Natural gas cars could offset imported oil, Matheson says
"What can the federal government do about the high price of gasoline?"
The question came from a member of the audience at last Friday's Chamber of Commerce luncheon, where Rep. Jim Matheson was fielding questions.
The answer was, a little bit, but not much. Here's the congressman's explanation:
Petroleum is traded on the world market, which means that global supply and demand set the price;
Of that global market, United States production amounts to about 10 percent;
So even if the US was to increase domestic production by 50 percent, it would only amount boost the US position to less than 15 percent of the world supply of oil.
However, there are two energy sources where this nation is not a minority player. They are nuclear power and natural gas.
Matheson said that the United States is the world's largest generator of nuclear-powered electricity. France gets a much higher percentage of its power from nuclear, but France is a much smaller nation, so at 20 percent, the US heads the list of kilowatt hours from nuclear. But nuclear is not a substitute for gasoline in cars.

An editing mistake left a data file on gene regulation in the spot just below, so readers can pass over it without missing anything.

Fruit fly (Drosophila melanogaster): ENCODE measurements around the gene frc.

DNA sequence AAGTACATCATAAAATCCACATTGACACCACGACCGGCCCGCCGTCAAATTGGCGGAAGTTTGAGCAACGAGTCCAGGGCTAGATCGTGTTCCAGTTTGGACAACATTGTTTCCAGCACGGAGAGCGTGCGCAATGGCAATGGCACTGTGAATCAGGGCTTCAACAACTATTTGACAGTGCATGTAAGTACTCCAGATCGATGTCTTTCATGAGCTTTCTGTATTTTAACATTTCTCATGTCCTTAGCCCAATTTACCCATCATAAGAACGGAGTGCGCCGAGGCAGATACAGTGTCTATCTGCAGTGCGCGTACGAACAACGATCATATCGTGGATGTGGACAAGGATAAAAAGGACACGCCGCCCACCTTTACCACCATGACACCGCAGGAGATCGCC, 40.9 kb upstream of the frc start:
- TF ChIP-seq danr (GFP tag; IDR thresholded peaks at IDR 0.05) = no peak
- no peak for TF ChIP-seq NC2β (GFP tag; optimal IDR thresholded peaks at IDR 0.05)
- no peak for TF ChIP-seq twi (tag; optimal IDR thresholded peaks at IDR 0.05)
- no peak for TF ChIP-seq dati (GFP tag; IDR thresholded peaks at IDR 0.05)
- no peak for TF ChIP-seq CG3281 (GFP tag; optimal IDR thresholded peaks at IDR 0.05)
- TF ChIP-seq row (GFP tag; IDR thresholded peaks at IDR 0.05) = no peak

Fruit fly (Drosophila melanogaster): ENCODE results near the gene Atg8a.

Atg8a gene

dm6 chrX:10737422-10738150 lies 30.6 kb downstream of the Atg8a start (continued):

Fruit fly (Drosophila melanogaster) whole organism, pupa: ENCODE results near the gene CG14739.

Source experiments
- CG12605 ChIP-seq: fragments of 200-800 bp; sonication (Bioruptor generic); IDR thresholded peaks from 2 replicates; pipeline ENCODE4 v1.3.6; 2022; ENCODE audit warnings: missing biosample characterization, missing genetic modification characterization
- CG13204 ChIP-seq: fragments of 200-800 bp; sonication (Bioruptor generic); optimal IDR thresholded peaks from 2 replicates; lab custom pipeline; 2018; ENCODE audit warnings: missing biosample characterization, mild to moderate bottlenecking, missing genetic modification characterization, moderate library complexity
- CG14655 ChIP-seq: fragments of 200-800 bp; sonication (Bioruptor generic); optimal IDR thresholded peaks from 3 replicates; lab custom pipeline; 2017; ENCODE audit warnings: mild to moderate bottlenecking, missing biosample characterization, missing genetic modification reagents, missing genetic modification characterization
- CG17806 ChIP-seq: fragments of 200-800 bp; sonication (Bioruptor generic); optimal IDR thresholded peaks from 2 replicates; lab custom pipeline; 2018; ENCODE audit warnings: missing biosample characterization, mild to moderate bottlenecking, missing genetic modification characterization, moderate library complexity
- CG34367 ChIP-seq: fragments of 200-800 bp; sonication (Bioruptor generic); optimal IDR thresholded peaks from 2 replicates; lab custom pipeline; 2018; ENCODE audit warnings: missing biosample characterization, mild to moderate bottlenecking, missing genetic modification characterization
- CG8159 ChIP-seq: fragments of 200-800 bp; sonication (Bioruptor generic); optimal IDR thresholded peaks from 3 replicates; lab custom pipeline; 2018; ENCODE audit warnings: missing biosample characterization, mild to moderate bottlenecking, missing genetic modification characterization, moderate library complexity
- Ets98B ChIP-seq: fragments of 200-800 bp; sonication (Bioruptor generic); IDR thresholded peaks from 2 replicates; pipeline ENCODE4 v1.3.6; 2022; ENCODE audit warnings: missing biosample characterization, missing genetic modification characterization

Natural gas is - or could be. At $1.25 per gallon, it should be, he declared.
Noting the dramatic increase in natural gas and coal bed methane produced in the west - not to mention the 3,700 new wells slated for the Uinta Basin - the supply is there.
But there's a problem, a "chicken and egg situation," he said, that is preventing the switch from petroleum to methane.
First of all, there aren't all that many fuel stations offering natural gas. Why should auto makers or car buyers commit to natural gas engines if there's no place to fill up?
On the flip side, why should gas stations install natural gas beside the gasoline and diesel pumps if there's only one model of car on the market that needs it?
While Utah has more outlets per capita than elsewhere and more vehicles (Hondas) capable of using natural gas, more could be done nationally, he said.
He, along with 157 representatives from both sides of the aisle, are pushing the NATGAS Act of 2011 to provide incentives for both
car makers and buyers to make the switch.
(They love acronyms in D.C. The full title is the New Alternative Transportation to Give Americans Solutions Act of 2011.)
Aside from being cheaper than gasoline - at least at today's prices - natural gas burns cleaner that gasoline or diesel, he noted, so there are environmental advantages.
While Castle Country doesn't have to be overly concerned with emissions, the people living along the Wasatch Front need to find some way to cope with the winter inversions that trap all the exhaust and cause a lingering haze.